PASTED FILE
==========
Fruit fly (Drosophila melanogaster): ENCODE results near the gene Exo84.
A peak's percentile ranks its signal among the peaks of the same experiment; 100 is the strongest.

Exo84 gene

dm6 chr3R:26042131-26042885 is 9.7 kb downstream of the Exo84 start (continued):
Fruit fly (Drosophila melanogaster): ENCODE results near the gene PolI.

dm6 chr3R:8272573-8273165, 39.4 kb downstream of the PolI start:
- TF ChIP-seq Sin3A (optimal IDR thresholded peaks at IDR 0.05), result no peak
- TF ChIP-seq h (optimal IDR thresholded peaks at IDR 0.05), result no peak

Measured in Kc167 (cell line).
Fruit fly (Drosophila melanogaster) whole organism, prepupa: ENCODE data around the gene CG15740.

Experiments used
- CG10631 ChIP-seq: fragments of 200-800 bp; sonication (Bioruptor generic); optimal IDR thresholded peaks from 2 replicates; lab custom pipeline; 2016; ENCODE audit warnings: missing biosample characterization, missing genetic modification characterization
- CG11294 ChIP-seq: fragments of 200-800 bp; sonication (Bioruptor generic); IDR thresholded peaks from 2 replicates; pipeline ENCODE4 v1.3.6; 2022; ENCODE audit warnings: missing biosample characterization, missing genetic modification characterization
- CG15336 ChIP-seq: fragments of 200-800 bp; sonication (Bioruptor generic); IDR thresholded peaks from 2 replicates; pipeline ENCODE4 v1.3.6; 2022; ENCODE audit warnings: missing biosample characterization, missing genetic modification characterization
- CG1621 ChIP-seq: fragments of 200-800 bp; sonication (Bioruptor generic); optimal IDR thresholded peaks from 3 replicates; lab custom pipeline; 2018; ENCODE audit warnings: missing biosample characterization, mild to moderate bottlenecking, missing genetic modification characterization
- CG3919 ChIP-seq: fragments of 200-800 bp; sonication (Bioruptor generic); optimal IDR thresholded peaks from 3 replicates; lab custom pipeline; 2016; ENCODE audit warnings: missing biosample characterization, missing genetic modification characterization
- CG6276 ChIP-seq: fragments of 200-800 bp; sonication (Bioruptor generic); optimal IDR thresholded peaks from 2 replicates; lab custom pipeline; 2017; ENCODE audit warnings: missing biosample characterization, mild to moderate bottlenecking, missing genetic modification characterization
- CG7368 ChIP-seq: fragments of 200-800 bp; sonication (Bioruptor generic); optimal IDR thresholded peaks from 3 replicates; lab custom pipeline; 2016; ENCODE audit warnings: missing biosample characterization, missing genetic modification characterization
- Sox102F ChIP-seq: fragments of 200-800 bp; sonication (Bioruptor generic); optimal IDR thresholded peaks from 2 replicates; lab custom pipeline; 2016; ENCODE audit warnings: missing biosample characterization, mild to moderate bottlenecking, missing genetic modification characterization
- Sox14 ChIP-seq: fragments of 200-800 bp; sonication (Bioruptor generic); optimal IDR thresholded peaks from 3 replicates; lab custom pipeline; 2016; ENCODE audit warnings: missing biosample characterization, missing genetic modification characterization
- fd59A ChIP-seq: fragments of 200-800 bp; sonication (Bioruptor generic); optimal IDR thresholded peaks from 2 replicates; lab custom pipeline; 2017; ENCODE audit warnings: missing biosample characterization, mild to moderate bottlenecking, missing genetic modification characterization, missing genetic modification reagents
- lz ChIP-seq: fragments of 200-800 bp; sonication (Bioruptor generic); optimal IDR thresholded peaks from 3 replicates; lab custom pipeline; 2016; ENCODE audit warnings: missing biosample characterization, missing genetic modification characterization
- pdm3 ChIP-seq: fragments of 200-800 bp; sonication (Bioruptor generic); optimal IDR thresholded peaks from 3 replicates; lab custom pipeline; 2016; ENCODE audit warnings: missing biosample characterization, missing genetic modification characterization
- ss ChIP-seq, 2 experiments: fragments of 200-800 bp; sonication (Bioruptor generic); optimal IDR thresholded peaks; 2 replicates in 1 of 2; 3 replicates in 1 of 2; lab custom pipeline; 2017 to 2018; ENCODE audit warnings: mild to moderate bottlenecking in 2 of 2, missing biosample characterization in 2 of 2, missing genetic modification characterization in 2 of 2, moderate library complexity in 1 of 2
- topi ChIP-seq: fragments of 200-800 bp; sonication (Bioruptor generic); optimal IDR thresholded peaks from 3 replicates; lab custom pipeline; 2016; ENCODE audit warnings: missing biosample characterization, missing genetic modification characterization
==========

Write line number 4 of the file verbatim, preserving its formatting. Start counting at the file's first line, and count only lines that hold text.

dm6 chr3R:26042131-26042885 is 9.7 kb downstream of the Exo84 start (continued):